Building a soundtrack for life

by Giselle Wyers, R&S Chair for Student and Youth Activities (August, 2009)

In the summer I often find myself thinking about the value and meaning of music for music's sake.

Summer becomes the time I get back to basics within myself, learning and growing as a musician and scholar in a quiet, sometimes lonely place.

 

And yet when the school year ramps up again, I find myself anxious about whether the endless hours of "on time" with students will leave me invigorated or exhausted. This catch-22 is perhaps as much about human nature (always wanting what you don't have) as anything. 

But inside this is also what I consider to be a useful exercise- looking at how we can use music as a "soundtrack for life" in both the active, harvest phases (working with students, going to festivals and tours, etc.) and the quieter "germination" phases (alone in the office, filing old papers, and playing through repertoire ideas on the piano).

What makes a piece become part of a "soundtrack for life?" How can we help our students build connections to the music they sing so that it sustains them both throughout the year, and eventually, outside in the "real" world as they pursue future paths? Can we help students connect with classical music at the same emotional intensity that they feel when they hear popular music?A couple of years ago I had the honor of working with a large number of choirs in Alaska during a three day festival held in Ketchikan for high school choirs, bands and orchestras.
 

Part of my task was to offer workshops in areas that might enrich their education. After doing a number of sessions on vocal technique, Laban movement and small ensemble skills, I chose to deviate from the norm and offer a session called "How music has saved or changed your life."
 

The room was packed. I began the session by sharing a true story from my past about how music sustained me through the darkest period of my life. Back when I was 26 years old and pursuing a masters degree at Westminster Choir College, my mother was diagnosed with one of the most malignant brain tumors out there- and I was told that she probably had less than a year to live.

This shocking news was delivered to me one week before I was expected to conduct my graduate choral recital. Arrangements were made for me to fly home after her surgery, and the day after my recital.

 

I spent that week preparing music, packing boxes, researching unconventional cancer remedies, and missing my mother terribly.

 

But what sustained me through that week was the music itself. It is strange and serendipitous that I had chosen Corigliano's Fern Hill (a setting of a bittersweet poem written by Dylan Thomas about the fading of childhood, with the final lines of the poem "Time held me green and dying, though I sang in my chains like the sea") and Lauridsen's MidWinter Songs (the first lines of the Robert Graves poem read "Dying Sun, shine warm a little longer! My eye, dazzled with tears, shall dazzle yours, conjuring you to shine and not to move," and the final lines of the poem are, "How hard the year dies: no frost yet... Spare him a little longer, Crone, For his clean hands and love-submissive heart.")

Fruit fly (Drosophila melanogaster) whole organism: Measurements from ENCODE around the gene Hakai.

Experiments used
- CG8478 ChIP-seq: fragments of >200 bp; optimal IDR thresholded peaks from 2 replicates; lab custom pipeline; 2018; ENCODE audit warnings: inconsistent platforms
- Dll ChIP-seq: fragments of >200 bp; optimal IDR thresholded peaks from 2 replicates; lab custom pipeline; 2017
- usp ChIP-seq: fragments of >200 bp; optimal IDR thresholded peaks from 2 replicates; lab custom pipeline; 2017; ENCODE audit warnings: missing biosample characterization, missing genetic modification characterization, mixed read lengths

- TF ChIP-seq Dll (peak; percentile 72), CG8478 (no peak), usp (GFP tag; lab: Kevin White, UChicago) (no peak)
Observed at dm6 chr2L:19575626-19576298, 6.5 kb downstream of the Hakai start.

How I was able to conduct these texts is beyond me. Something about the process of creating music in the midst of grief, within a community of sympathetic fellow singers, was a tremendous gift and has always stayed with me. My mother died after 5 1/2 months. Each day after she died, I spent four hours playing piano as well as studying scores for my orals exam, and somehow, music pulled me through it all.

 

When I shared my story with the high school students before me, the concept of music as a "soundtrack for life" began to resonate.

 

I then asked them to write down anonymously their own stores of how music has saved, or changed, their lives. The stores were incredible. I had not anticipated the depth of sharing that might come from this simple exercise.

 

There were stories of brothers in Iraq, stories of perseverance through poverty, stories of parental neglect, and how in each case, music saved them from despair.

 

I also read stories of music's ability to transform students' moods and perceptions and bring joy and creativity to their lives, especially through the friendships and bonds they formed in choir. Many spoke of particular texts that shaped their year, or "signature pieces" that they will never forget performing.

 

If you ever wonder, as you amp yourself up for another year of hard work and long hours, what the value of your work is, ask your students to write a "soundtrack for life" story for you. You may be surprised to learn that your teaching has "saved or changed" their lives, through your offerings of music, poetry with depth, community, and love in your classroom.--

 

Giselle Wyers, R & S Chair for Youth and Student Activities wyersg@u.washington.edu

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